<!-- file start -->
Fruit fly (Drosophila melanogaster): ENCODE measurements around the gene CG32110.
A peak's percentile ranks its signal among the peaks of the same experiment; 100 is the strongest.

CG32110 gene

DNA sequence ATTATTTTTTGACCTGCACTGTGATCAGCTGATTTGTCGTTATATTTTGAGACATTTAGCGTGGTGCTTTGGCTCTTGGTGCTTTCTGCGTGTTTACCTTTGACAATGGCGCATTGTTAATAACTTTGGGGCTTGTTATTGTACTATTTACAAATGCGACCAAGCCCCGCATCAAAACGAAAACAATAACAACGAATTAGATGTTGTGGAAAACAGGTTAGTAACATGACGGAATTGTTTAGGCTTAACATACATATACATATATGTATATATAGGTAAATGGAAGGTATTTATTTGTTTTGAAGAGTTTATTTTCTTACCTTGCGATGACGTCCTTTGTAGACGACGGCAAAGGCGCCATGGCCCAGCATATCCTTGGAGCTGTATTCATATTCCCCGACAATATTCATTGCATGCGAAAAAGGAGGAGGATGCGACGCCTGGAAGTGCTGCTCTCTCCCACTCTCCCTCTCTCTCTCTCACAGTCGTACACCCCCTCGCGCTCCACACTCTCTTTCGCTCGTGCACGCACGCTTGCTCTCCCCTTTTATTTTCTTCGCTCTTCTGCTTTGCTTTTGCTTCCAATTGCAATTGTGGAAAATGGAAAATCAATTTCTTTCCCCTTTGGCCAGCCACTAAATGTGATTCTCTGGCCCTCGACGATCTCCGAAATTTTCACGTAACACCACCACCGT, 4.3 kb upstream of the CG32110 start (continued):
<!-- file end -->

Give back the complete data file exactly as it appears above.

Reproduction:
Fruit fly (Drosophila melanogaster): ENCODE measurements around the gene CG32110.
A peak's percentile ranks its signal among the peaks of the same experiment; 100 is the strongest.

CG32110 gene

DNA sequence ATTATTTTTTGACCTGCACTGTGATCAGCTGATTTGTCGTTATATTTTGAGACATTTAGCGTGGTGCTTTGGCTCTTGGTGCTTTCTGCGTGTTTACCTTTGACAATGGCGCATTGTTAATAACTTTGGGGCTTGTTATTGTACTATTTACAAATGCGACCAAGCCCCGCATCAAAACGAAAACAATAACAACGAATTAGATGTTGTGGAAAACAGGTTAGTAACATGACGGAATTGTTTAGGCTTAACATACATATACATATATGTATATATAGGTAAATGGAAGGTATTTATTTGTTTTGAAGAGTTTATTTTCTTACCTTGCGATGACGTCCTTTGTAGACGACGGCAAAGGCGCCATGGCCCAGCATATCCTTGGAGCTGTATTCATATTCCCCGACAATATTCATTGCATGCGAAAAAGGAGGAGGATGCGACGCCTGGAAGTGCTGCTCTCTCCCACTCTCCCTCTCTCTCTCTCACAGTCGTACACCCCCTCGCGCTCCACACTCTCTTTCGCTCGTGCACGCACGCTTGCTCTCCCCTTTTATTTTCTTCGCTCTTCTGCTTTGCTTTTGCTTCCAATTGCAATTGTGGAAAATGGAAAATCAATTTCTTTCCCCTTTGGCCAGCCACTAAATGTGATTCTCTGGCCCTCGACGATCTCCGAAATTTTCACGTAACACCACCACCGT, 4.3 kb upstream of the CG32110 start (continued):